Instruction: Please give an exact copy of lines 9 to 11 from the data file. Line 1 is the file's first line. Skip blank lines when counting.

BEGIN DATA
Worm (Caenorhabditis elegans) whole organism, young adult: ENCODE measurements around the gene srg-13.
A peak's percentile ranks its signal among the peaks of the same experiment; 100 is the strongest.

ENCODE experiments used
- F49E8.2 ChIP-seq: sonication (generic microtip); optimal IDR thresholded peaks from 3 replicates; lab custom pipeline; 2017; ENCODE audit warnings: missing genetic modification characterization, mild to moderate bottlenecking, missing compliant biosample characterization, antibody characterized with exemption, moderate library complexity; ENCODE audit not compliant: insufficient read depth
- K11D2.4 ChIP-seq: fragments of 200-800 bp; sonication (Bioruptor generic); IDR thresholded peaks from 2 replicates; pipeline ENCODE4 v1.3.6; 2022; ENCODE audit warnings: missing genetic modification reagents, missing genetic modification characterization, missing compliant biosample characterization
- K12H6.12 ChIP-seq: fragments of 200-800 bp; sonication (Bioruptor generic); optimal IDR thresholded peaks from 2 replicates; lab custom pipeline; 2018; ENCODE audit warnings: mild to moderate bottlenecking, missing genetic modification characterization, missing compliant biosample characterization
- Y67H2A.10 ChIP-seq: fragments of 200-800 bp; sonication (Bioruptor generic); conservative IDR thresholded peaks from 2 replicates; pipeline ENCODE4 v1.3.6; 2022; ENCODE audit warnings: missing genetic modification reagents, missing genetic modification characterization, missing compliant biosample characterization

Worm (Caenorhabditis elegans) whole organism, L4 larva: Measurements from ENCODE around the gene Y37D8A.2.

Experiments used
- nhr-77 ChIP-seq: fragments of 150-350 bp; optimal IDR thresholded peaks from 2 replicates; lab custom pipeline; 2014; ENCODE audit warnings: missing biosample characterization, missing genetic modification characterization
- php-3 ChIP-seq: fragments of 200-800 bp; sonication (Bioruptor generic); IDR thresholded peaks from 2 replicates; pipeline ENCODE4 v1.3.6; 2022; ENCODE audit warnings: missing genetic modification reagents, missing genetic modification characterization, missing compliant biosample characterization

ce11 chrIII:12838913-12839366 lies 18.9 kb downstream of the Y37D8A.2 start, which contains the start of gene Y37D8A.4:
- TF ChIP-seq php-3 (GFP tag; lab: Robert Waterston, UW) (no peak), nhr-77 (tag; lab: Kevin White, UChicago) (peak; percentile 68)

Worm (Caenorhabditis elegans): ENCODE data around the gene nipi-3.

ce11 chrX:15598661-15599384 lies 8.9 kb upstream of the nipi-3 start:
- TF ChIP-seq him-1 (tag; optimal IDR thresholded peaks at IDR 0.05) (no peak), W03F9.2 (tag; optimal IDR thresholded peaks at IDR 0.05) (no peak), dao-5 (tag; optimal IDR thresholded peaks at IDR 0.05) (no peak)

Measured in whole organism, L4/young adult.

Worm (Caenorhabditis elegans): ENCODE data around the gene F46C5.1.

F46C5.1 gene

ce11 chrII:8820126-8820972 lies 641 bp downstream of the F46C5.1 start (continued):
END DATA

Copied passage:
Experiments used
- nhr-77 ChIP-seq: fragments of 150-350 bp; optimal IDR thresholded peaks from 2 replicates; lab custom pipeline; 2014; ENCODE audit warnings: missing biosample characterization, missing genetic modification characterization
- php-3 ChIP-seq: fragments of 200-800 bp; sonication (Bioruptor generic); IDR thresholded peaks from 2 replicates; pipeline ENCODE4 v1.3.6; 2022; ENCODE audit warnings: missing genetic modification reagents, missing genetic modification characterization, missing compliant biosample characterization